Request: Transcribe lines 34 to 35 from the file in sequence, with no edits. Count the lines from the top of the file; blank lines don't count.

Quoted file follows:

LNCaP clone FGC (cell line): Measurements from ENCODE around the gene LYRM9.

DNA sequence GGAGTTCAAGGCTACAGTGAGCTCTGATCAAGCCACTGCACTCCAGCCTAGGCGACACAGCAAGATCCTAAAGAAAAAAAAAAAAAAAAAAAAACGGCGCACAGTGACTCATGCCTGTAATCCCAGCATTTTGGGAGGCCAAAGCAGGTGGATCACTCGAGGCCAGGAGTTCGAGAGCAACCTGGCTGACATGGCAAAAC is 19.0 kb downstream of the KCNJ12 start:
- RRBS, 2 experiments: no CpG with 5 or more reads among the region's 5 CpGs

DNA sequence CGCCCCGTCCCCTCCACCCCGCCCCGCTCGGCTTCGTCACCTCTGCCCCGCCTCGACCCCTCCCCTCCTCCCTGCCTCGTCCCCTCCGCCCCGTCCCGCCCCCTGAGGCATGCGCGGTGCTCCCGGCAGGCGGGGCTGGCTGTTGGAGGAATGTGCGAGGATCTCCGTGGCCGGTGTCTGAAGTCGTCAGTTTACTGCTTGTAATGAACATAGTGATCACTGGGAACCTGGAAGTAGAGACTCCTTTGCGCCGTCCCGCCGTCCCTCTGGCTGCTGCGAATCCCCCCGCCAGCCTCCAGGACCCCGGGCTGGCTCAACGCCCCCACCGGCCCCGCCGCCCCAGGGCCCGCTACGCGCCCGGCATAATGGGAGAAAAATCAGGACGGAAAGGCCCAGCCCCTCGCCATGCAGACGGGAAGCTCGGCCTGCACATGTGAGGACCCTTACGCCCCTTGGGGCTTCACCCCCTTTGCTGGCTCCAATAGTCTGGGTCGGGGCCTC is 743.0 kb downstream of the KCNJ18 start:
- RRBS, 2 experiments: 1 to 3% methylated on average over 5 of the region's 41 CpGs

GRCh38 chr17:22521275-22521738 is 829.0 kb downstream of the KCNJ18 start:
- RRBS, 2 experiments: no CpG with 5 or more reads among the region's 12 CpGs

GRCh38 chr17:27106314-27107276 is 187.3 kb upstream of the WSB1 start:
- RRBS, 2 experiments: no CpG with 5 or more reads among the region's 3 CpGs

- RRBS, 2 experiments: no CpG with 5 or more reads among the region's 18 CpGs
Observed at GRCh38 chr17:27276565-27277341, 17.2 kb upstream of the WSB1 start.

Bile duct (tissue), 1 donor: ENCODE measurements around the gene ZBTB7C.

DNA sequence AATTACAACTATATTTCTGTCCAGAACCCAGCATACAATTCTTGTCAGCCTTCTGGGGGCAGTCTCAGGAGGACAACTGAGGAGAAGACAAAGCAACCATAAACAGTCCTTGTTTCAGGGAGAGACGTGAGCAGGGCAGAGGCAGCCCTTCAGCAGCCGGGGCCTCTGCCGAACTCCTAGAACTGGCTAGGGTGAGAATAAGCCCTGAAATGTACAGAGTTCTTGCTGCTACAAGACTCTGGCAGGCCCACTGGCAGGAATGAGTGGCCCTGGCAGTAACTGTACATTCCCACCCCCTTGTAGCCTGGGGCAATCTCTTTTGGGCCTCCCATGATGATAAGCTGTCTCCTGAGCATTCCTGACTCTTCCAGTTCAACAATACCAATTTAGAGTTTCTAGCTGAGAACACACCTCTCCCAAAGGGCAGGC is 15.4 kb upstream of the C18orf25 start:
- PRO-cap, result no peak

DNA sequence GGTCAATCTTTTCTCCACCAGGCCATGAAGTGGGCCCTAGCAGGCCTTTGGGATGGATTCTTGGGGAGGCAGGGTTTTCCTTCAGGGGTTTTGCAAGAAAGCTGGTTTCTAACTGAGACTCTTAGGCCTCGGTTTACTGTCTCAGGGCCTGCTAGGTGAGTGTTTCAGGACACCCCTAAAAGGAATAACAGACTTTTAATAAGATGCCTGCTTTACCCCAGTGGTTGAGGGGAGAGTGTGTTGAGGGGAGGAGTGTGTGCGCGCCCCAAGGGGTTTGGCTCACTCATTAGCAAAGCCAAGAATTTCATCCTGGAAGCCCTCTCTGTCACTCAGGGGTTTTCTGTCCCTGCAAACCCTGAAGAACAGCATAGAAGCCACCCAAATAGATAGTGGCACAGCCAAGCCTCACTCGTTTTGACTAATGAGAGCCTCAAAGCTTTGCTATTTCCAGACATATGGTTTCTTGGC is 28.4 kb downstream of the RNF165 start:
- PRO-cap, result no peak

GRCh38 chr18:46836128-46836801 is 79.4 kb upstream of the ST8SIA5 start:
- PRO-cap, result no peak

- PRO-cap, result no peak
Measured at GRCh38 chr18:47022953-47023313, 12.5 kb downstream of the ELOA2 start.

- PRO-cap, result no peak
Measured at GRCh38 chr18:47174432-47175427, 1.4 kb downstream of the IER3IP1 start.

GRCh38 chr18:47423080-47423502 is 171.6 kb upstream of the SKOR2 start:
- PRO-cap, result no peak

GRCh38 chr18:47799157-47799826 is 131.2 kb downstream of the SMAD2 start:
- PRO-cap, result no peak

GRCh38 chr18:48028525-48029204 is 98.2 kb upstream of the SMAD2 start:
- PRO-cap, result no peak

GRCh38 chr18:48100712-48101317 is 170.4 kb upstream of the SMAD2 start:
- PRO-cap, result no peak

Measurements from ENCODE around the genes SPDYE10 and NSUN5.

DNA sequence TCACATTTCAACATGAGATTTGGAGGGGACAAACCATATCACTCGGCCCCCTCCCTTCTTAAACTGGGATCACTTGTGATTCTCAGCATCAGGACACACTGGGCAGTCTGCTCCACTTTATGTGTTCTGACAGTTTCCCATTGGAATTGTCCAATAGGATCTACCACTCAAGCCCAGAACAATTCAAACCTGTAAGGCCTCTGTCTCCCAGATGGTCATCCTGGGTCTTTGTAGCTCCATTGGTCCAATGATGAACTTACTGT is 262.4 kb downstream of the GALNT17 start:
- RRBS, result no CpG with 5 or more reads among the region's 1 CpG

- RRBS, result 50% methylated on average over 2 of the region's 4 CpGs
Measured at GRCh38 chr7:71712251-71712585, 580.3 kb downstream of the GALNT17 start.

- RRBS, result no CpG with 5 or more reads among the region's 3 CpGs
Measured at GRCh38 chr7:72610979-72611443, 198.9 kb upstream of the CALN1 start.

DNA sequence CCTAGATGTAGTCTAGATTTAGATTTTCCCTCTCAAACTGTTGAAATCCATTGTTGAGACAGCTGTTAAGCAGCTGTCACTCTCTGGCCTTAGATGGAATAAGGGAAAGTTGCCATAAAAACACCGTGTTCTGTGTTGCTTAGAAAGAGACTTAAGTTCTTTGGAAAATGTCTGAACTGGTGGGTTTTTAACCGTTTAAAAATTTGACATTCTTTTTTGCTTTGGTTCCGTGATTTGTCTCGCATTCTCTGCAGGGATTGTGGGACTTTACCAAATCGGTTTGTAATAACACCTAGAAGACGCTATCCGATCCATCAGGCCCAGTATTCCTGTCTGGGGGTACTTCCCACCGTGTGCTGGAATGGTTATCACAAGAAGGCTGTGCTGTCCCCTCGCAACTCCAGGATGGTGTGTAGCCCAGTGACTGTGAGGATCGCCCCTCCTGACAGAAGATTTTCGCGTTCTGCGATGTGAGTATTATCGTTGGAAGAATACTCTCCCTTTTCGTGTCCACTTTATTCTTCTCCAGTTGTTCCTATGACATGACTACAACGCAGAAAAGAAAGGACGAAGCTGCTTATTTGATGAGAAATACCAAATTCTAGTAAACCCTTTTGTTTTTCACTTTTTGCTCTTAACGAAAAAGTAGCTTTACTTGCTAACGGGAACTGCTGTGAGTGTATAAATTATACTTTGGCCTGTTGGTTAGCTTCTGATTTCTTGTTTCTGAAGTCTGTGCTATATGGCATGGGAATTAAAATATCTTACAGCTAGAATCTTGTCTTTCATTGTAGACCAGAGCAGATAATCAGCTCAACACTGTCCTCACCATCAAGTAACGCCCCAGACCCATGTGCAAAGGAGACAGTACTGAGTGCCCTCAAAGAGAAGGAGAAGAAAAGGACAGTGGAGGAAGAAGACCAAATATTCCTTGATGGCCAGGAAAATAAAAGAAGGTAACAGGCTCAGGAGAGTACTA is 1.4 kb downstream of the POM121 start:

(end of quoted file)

- RRBS, result 50% methylated on average over 2 of the region's 4 CpGs
Measured at GRCh38 chr7:71712251-71712585, 580.3 kb downstream of the GALNT17 start.